• Certain chronic conditions. Certain chronic conditions also may increase your risk of high blood pressure, such as kidney disease, diabetes and sleep apnea.
  • Sometimes pregnancy contributes to high blood pressure, as well.
  • Although high blood pressure is most common in adults, children may be at risk, too. For some children, high blood pressure is caused by problems with the kidneys or heart. But for a growing number of kids, poor lifestyle habits, such as an unhealthy diet, obesity and lack of exercise, contribute to high blood pressure.

Complications

The excessive pressure on your artery walls caused by high blood pressure can damage your blood vessels, as well as organs in your body. The higher your blood pressure and the longer it goes uncontrolled, the greater the damage.

Long-term hypertension can cause complications through atherosclerosis, where the formation of plaque results in the narrowing of blood vessels. This makes hypertension worse, as the heart must pump harder to deliver blood to the body.

  • Uncontrolled high blood pressure can lead to complications including:
    • Heart attack or stroke. High blood pressure can cause hardening and thickening of the arteries (atherosclerosis), which can lead to a heart attack, stroke or other complications.
    • Aneurysm. Increased blood pressure can cause your blood vessels to weaken and bulge, forming an aneurysm. If an aneurysm ruptures, it causes severe bleeding & can be life-threatening.
    • Heart failure. To pump blood against the higher pressure in your vessels, the heart has to work harder. This causes the walls of the heart's pumping chamber to thicken (left ventricular hypertrophy). Eventually, the thickened muscle may have a hard time pumping enough blood to meet your body's needs, which can lead to heart failure.
    • Weakened and narrowed blood vessels in your kidneys. This can prevent these organs from functioning normally & can cause kidney failure.
    • Thickened, narrowed or torn blood vessels in the eyes. This can result in vision loss.
    • Metabolic syndrome. This syndrome is a cluster of disorders of your body's metabolism, including increased waist circumference; high triglycerides; low high-density lipoprotein (HDL) cholesterol, the "good" cholesterol; high blood pressure and high insulin levels. These conditions make you more likely to develop diabetes, heart disease and stroke.
    • Trouble with memory or understanding. Uncontrolled high blood pressure may also affect your ability to think, remember and learn. Trouble with memory or understanding concepts is more common in people with high blood pressure.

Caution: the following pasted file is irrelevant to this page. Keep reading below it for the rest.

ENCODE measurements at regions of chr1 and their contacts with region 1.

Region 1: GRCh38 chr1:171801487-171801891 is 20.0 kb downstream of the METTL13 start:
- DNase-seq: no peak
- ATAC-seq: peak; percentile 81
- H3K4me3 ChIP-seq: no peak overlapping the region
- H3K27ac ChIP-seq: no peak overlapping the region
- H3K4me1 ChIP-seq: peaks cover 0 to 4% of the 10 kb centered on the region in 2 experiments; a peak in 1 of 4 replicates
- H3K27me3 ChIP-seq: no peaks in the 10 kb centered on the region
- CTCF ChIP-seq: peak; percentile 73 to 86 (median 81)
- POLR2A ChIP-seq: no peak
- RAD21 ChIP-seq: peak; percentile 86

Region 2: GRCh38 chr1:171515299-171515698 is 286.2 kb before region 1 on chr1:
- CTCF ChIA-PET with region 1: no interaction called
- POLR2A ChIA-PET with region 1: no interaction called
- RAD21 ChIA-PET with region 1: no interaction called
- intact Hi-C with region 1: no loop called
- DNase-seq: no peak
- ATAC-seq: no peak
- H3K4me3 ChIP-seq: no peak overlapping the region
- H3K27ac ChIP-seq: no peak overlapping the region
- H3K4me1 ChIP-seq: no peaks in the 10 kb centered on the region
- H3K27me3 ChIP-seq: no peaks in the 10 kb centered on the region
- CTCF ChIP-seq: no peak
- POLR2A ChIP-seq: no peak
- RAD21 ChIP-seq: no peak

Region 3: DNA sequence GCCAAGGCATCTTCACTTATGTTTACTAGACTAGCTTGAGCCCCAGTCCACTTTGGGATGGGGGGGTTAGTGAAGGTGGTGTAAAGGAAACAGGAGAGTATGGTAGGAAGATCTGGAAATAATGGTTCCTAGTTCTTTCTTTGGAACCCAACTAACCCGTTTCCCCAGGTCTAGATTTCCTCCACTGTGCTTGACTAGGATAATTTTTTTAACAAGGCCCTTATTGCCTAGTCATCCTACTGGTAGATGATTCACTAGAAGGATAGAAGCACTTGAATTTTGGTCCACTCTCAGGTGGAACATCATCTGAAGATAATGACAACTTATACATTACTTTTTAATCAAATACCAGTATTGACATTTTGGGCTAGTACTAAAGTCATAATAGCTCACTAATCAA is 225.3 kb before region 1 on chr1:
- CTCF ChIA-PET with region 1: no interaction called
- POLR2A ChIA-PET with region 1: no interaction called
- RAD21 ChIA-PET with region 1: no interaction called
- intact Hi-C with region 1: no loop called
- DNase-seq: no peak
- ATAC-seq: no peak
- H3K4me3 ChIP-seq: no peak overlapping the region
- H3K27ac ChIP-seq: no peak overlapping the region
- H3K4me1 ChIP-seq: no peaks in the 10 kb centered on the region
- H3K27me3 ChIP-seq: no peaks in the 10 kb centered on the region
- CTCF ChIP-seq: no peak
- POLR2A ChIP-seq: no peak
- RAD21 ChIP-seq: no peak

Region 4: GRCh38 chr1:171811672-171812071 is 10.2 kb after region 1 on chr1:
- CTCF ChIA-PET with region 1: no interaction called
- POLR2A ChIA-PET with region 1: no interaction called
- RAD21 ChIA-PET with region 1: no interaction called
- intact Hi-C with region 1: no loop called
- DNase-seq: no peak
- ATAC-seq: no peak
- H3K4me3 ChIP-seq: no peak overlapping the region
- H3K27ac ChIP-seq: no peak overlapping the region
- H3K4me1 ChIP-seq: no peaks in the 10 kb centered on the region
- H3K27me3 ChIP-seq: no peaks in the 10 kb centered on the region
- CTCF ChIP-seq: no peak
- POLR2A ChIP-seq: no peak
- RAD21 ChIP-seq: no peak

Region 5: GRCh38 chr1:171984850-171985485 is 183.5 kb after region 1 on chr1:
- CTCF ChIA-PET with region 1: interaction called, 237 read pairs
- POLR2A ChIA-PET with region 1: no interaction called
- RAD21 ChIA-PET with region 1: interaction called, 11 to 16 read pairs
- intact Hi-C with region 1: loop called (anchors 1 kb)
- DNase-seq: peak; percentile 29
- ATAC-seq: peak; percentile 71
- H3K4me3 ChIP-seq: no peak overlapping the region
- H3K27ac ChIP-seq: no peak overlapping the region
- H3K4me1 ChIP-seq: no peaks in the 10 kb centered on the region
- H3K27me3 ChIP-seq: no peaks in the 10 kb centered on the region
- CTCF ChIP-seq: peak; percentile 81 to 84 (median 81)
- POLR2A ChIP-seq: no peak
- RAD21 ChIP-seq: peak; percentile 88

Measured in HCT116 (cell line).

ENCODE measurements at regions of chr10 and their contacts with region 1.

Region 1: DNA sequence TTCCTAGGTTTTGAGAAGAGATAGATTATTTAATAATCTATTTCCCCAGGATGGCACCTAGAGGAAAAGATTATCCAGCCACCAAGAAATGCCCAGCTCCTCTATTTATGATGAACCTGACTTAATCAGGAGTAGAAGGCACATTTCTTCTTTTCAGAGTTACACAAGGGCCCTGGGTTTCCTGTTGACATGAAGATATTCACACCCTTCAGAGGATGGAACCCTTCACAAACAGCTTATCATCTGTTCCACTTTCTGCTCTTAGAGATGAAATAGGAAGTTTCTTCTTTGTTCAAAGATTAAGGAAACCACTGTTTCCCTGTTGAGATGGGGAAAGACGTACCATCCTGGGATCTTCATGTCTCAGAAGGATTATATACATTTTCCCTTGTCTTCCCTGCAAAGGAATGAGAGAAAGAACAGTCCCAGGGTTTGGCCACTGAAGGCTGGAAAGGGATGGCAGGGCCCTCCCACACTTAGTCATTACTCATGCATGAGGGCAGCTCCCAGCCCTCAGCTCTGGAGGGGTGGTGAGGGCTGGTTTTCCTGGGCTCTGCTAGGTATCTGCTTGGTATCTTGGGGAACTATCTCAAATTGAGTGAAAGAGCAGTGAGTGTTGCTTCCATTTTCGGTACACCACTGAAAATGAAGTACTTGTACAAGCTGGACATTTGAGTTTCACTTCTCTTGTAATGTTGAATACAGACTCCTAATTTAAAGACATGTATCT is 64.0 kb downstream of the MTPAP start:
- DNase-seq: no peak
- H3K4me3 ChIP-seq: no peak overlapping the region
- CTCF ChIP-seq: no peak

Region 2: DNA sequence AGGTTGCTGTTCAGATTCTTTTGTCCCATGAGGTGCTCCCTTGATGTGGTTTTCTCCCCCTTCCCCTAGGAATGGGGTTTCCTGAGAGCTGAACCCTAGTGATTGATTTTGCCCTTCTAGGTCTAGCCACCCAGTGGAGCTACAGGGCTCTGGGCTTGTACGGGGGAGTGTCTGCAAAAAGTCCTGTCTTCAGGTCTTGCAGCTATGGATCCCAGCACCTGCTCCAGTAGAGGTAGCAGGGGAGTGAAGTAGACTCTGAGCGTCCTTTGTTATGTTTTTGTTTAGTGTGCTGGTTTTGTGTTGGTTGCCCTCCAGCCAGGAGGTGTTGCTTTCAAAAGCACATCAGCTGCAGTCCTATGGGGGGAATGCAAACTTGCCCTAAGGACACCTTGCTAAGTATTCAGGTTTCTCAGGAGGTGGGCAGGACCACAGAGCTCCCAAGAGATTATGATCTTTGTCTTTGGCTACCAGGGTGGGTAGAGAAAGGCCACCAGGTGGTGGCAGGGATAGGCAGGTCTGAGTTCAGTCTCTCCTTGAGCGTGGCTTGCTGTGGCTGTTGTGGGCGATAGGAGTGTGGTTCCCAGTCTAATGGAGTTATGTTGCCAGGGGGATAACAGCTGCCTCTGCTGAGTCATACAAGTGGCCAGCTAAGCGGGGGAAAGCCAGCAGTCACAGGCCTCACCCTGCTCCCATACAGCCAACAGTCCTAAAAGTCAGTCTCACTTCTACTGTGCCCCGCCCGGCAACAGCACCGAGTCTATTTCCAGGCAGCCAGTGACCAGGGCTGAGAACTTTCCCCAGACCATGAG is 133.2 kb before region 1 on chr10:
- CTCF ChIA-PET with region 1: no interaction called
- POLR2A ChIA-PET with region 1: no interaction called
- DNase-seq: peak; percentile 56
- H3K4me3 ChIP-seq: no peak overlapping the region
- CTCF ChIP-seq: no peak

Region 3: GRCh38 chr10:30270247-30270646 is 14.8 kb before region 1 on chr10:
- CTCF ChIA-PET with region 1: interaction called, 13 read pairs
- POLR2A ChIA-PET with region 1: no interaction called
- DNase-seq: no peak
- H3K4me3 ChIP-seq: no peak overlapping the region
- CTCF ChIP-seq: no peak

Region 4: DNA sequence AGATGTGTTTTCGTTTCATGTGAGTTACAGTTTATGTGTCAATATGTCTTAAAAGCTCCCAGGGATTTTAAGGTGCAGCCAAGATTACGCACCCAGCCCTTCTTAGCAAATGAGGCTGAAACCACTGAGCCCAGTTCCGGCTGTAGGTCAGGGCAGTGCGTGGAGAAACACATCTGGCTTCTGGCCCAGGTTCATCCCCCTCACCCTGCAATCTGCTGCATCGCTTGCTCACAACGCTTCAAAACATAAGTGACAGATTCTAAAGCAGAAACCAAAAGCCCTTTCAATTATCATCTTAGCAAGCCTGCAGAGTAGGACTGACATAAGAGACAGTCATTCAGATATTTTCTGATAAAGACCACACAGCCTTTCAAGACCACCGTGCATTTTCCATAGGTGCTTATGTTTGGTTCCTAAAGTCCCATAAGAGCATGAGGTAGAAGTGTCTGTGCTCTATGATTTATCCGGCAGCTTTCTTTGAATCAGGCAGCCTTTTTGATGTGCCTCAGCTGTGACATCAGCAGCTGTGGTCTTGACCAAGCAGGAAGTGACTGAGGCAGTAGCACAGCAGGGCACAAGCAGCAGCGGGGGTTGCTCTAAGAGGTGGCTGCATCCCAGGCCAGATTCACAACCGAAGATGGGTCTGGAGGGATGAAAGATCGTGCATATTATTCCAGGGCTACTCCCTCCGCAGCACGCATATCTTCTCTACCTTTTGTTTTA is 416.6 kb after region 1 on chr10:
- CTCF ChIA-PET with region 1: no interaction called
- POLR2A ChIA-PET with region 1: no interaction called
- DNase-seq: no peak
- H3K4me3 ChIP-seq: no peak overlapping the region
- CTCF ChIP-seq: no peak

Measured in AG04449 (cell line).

• Dementia. Narrowed or blocked arteries can limit blood flow to the brain, leading to a certain type of dementia (vascular dementia). A stroke that interrupts blood flow to the brain also can cause vascular dementia.

Frequency & Statistics

  • According to the World Health Organization (WHO), there’s been a 67% increase in hypertension from 1990 to 2010 in Sub-Saharan Africa, and 40% of all adults are affected. In Africa, 18% of all deaths are related to hypertension, resulting in half a million deaths and 10 million years of lost life in 2010. 
  • Hypertension affects an estimated 29 percent of adults in the United States.
  • Only about half (54%) of people with high blood pressure have their condition under control.
  • Prevalence of the condition increases with age, and approximately 63 percent of people over age 60 are affected.
  • In African Americans, the condition is more common, starts at a younger age, and is more severe than in other populations.
  • High blood pressure was a primary or contributing cause of death for more than 410,000 Americans in 2014—that’s more than 1,100 deaths each day.
  • High blood pressure costs the nation $48.6 billion each year. This total includes the cost of health care services, medications to treat high blood pressure, and missed days of work.

From: American Heart Association - More than 100 million Americans have high blood pressure, AHA says. Published: 31 Jan 2018

  • An estimated 103 million U.S. adults have high blood pressure, according to new statistics from the American Heart Association.
  • The death rate from high blood pressure increased by nearly 11 percent in the United States between 2005 and 2015, and the actual number of deaths rose by almost 38 percent — up to nearly 79,000 by 2015, according to the statistics. Worldwide, high blood pressure affects nearly a third of the adult population and is the most common cause of cardiovascular disease-related deaths.

From: WHO - Raised blood Pressure

  • Worldwide, raised blood pressure is estimated to cause 7.5 million deaths, about 12.8% of the total of all deaths. This accounts for 57 million disability adjusted life years (DALYS) or 3.7% of total DALYS.
    • Raised blood pressure is a major risk factor for coronary heart disease and ischemic as well as hemorrhagic stroke. Blood pressure levels have been shown to be positively and continuously related to the risk for stroke and coronary heart disease.
    • Globally, the overall prevalence of raised blood pressure in adults aged 25 and over was around 40% in 2008. The proportion of the world’s population with high blood pressure, or uncontrolled hypertension, fell modestly between 1980 and 2008. However, because of population growth and aging, the number of people with uncontrolled hypertension rose from 600 million in 1980 to nearly 1 billion in 2008.
    • Across the WHO regions, the prevalence of raised blood pressure was highest in Africa, where it was 46% for both sexes combined. Both men and women have high rates of raised blood pressure in the Africa region, with prevalence rates over 40%.

References & Additional Reading